Should You Freeze Your Child’s Credit? A How-To Guide and Why You May Want to Consider It

In Washington state, a family’s laptop was stolen from their home. Soon after, an identity thief started opening up fraudulent credit card accounts, including a Victoria’s Secret card using a 4-year-old’s identity.

This story is certainly not unique. Five percent of the identity theft victims in 2015 were under the age of 19, according to the Federal Trade Commission.

With child identity theft becoming increasingly more common, it’s important to know how to put a credit freeze on your child’s credit report.

A credit freeze, also called a security freeze, “lets you restrict access to your credit report, which in turn makes it more difficult for identity thieves to open new accounts in your name. That’s because most creditors need to see your credit report before they approve a new account. If they can’t see your file, they may not extend the credit,” according to a FAQ on the Federal Trade Commission website.

An established credit report would require having three or more credit items on their report, according to LibertyID’s lead restoration specialist Suzanne Ford who has been helping identity theft victims for nearly 35 years. Because a minor’s report is often unestablished, there is a different process you need to follow to initiate the freeze.

First, you need to provide these required documents for each of the credit reporting agencies:

  • Cover letter: Provide the details of the request, including all of your contact information.
  • Copy of the parent’s government-issued ID, i.e. your driver’s license.
  • Copy of a current utility bill indicating your name and address.
  • Copy of the minor’s birth certificate.
  • Copy of the minor’s Social Security card.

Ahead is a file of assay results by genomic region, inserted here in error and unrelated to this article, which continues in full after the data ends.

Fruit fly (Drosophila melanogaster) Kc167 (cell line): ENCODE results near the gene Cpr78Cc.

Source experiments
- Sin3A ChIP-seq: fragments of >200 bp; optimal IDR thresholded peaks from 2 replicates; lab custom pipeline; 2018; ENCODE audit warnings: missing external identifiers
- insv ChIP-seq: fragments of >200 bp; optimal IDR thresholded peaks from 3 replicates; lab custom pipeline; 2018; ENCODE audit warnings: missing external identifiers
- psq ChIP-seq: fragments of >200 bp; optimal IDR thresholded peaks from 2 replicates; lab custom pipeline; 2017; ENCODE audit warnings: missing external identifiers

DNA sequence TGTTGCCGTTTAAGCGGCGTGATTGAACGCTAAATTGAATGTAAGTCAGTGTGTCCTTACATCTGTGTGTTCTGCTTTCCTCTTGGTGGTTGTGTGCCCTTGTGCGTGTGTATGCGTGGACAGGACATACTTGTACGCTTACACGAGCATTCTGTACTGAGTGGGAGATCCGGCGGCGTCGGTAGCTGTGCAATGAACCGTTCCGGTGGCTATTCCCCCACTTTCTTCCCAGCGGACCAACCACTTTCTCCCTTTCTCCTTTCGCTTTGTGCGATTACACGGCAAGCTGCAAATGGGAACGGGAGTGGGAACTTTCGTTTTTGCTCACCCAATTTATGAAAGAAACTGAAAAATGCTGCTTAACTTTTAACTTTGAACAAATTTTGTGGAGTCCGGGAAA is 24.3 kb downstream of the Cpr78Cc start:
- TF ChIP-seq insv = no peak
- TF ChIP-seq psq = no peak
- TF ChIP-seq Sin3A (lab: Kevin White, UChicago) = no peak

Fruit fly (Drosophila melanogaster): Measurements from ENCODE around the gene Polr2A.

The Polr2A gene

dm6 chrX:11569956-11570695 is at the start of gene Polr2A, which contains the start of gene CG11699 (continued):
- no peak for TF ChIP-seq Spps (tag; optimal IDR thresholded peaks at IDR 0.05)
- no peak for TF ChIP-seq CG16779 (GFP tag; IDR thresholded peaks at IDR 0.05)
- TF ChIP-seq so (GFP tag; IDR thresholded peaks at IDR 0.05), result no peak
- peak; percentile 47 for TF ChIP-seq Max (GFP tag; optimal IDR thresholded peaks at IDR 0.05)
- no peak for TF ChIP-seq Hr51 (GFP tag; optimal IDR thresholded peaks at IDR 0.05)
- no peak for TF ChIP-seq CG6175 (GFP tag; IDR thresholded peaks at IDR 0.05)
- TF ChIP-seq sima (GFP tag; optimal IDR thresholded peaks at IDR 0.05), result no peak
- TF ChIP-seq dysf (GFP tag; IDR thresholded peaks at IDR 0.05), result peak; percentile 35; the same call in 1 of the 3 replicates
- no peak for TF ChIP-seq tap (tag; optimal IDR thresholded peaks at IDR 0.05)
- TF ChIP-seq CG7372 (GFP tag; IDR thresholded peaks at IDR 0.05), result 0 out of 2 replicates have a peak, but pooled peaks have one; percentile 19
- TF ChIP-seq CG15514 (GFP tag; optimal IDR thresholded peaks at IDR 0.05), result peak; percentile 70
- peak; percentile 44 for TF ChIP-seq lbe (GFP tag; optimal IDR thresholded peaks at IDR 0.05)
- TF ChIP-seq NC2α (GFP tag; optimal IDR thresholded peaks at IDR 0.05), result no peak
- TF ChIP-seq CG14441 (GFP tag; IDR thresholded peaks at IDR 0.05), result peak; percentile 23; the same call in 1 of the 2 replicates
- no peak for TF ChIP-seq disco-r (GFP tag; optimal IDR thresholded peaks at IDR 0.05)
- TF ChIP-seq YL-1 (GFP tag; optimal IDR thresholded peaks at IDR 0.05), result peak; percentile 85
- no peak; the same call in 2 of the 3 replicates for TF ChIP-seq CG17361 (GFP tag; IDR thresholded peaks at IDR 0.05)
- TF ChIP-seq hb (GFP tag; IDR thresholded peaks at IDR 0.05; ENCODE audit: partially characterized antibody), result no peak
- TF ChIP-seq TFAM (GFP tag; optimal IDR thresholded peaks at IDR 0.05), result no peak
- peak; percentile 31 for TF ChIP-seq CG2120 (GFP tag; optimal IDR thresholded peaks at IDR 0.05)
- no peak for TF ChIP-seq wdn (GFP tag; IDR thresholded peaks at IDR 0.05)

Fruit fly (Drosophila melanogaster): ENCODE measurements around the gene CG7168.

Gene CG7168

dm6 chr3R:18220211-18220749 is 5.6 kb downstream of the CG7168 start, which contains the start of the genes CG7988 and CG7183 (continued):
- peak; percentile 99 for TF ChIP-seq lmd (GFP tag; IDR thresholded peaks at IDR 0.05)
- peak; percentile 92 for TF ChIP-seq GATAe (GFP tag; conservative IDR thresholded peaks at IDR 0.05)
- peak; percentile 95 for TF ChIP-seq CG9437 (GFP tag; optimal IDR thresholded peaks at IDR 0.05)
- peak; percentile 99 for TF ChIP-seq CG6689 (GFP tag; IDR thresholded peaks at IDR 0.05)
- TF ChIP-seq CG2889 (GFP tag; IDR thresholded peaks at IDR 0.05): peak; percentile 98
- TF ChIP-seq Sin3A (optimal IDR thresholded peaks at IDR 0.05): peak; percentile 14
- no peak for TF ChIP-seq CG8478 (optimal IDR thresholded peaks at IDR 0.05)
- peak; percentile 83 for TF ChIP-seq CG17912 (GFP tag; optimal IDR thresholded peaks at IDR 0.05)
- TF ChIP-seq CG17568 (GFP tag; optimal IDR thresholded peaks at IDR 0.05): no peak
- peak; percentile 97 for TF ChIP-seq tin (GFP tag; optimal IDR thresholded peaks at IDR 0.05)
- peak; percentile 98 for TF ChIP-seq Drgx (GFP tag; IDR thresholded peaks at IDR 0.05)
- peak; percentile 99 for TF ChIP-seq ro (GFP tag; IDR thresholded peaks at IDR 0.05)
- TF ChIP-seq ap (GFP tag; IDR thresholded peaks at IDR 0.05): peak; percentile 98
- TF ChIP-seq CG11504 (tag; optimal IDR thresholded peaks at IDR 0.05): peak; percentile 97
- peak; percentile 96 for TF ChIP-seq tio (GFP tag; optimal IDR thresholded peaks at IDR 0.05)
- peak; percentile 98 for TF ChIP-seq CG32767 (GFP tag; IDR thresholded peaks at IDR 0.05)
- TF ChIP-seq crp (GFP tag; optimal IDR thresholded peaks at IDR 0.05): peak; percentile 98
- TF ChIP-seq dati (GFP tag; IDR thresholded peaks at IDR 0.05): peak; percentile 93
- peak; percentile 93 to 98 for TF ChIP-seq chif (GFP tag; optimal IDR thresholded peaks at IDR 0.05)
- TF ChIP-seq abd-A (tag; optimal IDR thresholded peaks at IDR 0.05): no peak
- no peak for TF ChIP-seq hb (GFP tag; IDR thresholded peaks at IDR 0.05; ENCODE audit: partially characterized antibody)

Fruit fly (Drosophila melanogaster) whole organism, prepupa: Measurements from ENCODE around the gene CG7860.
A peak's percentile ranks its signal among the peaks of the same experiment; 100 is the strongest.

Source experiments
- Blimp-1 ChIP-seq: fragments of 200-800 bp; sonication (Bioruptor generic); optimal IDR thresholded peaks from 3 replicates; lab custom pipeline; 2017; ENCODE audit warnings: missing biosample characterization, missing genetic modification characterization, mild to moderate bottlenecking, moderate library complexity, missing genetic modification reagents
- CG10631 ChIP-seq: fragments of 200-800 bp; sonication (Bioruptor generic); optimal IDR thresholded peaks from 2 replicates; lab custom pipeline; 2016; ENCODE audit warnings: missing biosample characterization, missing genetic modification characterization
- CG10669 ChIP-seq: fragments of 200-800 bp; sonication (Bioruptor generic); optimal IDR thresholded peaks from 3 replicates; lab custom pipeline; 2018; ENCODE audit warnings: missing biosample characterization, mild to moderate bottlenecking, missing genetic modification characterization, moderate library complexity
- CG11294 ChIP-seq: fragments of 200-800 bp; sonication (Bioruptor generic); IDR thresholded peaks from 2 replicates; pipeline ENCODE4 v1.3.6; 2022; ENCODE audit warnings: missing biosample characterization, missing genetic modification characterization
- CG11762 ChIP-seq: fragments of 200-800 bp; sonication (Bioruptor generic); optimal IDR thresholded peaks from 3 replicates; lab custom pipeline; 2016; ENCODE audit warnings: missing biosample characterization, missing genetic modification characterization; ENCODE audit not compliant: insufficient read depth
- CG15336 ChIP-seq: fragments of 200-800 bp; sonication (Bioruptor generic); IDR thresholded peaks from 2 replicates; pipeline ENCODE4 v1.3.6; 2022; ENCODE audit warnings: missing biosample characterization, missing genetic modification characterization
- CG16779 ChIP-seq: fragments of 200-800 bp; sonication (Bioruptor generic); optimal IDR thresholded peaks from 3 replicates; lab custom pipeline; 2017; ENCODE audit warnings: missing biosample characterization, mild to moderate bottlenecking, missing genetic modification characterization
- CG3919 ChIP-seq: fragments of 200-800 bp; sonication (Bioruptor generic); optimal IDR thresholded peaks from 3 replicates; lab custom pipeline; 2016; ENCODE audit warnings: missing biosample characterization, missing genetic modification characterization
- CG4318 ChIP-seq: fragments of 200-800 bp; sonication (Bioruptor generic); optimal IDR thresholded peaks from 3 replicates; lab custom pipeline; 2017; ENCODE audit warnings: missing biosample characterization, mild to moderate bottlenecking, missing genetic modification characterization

• If your child was adopted, indicate this and provide a document of proof.

Here are the details regarding each credit reporting agency, including the direct phone numbers to speak to a representative, the fee, mailing address and some other helpful hints.   

One thing to note, instead of a freeze, TransUnion puts a block on the minor’s report until they’re age 18 and as of this writing, there’s no provision for lifting the block before the child turns 18.

Experian Security Freeze for a minor

  • No fee
  • Direct phone number to a representative: 800-232-8081
  • Delivery options:

— Upload option:

(PDF or TIF formats only in black and white only)

— Mail to: PO BOX 9554, Allen, TX 75013

— Certified Mail Only: 711 Experian PKWY, Allen, TX 75013

A “PIN” will be mailed to you for locking and unlocking the credit report going forward.

Equifax Security Freeze for a minor

  • No fee
  • Direct phone number to a representative: 800-203-7843
  • Delivery options:

— Fax: 888-826-0620

— Mail to: PO BOX 105788, Atlanta GA 30348-5788

A “PIN” will be mailed to you for locking and unlocking the credit report going forward.

TransUnion Security “Block” for a minor

  • Rather than a freeze, TransUnion only offers a block. There are no provisions for lifting the block before the child turns age 18.
  • No Fee
  • Direct phone number to a representative: 888-909-8872
  • Call first to obtain a “File Number”for the minor. Indicate the file number on the cover letter and mail with the required documents to the address referenced below.
  • Mail to: PO BOX 2000 Chester, PA 19016

Curious about some of the warning signs your child’s identity might have been stolen? Visit our blog to learn more.

If your child’s identity was stolen, who would you call? Subscribers who are covered by LibertyID rest easier knowing they have someone to call who can help them resolve the mess. Some estimates show it can take up to 200 hours to resolve identity theft. When you’re covered by LibertyID, a dedicated specialist handles everything for you and will restore your child’s identity.

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